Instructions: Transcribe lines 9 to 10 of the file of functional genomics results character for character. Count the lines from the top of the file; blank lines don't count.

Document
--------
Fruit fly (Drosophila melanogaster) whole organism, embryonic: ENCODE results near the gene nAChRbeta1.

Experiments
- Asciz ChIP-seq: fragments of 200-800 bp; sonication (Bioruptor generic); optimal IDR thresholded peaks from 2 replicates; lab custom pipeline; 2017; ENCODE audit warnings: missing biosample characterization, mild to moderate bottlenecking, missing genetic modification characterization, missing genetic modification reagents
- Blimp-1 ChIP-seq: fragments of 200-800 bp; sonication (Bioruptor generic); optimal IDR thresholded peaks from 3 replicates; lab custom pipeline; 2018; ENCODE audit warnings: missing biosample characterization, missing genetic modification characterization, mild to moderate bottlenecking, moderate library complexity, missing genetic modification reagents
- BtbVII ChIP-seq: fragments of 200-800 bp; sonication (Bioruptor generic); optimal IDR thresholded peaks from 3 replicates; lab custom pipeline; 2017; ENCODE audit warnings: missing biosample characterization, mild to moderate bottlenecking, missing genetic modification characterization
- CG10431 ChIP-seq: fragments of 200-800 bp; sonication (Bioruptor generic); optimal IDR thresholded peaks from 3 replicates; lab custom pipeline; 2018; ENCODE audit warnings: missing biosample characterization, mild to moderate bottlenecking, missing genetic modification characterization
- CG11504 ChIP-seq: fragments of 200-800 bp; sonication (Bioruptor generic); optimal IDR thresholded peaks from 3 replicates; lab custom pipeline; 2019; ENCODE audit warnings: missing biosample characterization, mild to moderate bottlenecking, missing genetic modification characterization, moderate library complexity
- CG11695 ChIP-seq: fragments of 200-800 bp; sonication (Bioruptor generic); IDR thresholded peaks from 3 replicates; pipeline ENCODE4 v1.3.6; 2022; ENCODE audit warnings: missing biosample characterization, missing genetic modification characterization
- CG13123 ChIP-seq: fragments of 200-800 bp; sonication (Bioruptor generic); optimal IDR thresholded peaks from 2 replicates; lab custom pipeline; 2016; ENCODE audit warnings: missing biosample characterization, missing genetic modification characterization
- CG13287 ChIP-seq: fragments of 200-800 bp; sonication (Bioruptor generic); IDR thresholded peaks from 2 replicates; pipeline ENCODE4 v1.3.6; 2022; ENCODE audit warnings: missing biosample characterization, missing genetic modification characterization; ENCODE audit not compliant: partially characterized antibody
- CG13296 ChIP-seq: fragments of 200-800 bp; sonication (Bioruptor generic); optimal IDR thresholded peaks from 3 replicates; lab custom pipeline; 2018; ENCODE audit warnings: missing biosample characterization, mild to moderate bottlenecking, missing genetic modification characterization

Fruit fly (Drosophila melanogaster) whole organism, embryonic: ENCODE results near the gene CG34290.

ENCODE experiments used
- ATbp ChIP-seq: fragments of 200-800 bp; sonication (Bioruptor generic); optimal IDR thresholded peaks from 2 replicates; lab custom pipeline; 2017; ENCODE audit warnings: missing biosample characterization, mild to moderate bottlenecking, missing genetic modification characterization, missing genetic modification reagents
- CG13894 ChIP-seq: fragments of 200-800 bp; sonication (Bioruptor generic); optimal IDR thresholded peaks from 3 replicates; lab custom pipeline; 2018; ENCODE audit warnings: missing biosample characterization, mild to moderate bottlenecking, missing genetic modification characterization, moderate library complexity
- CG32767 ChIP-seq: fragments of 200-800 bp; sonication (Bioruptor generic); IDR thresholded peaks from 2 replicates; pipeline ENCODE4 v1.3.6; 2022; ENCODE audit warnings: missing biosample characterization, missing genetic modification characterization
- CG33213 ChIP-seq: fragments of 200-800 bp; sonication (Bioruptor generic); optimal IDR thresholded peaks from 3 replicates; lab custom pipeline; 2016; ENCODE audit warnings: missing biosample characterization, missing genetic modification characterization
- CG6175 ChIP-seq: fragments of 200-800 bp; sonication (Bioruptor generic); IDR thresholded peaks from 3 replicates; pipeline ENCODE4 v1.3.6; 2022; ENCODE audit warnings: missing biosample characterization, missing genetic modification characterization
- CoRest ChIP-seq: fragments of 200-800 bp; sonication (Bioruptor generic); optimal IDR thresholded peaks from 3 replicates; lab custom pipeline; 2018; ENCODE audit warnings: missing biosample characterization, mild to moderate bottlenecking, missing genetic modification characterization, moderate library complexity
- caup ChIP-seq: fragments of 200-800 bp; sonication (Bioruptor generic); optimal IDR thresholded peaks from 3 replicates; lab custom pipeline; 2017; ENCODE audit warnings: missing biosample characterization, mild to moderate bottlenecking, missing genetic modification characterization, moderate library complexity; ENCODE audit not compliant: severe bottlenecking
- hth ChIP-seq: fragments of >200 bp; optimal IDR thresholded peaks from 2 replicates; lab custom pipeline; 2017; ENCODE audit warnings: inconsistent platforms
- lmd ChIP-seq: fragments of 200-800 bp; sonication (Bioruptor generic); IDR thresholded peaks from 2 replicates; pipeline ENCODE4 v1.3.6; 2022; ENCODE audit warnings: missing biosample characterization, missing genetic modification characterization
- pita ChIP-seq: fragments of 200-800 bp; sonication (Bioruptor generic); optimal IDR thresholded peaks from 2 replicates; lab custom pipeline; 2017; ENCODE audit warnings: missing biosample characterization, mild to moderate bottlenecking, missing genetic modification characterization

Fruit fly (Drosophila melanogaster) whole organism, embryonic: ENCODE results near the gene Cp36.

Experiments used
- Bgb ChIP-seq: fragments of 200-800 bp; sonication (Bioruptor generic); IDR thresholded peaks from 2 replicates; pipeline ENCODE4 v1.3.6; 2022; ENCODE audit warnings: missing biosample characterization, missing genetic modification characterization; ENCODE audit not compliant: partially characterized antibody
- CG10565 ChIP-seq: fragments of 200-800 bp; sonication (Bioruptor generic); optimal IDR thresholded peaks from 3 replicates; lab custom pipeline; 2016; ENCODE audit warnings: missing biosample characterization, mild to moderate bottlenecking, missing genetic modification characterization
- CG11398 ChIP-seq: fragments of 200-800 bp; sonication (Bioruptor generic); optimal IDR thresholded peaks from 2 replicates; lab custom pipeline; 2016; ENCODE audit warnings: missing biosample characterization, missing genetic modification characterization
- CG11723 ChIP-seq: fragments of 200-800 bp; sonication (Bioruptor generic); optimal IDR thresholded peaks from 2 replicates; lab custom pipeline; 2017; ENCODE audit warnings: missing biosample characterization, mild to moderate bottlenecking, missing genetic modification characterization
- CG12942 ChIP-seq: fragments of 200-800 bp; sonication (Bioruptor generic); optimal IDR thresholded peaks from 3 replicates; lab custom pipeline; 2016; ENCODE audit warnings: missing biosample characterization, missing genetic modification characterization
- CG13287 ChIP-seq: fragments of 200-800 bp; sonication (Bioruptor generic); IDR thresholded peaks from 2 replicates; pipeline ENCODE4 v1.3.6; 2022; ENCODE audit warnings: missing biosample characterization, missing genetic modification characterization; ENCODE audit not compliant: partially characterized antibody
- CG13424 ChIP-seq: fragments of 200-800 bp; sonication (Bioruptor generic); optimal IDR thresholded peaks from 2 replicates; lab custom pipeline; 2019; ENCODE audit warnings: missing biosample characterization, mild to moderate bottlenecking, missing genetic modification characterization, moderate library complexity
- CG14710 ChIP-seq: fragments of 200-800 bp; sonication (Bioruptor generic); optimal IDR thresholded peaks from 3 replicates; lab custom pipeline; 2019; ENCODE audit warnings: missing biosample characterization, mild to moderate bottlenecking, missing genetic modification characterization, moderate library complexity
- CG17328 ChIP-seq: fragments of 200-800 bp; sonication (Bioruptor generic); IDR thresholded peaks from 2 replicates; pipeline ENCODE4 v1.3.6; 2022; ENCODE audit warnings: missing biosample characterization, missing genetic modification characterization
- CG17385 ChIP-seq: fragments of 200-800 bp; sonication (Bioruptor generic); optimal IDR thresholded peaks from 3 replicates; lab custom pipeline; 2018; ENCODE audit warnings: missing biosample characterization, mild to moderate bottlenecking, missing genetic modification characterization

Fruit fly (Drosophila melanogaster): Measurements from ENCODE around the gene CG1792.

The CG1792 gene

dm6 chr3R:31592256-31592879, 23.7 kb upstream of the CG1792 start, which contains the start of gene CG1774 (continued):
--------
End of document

- CG13123 ChIP-seq: fragments of 200-800 bp; sonication (Bioruptor generic); optimal IDR thresholded peaks from 2 replicates; lab custom pipeline; 2016; ENCODE audit warnings: missing biosample characterization, missing genetic modification characterization
- CG13287 ChIP-seq: fragments of 200-800 bp; sonication (Bioruptor generic); IDR thresholded peaks from 2 replicates; pipeline ENCODE4 v1.3.6; 2022; ENCODE audit warnings: missing biosample characterization, missing genetic modification characterization; ENCODE audit not compliant: partially characterized antibody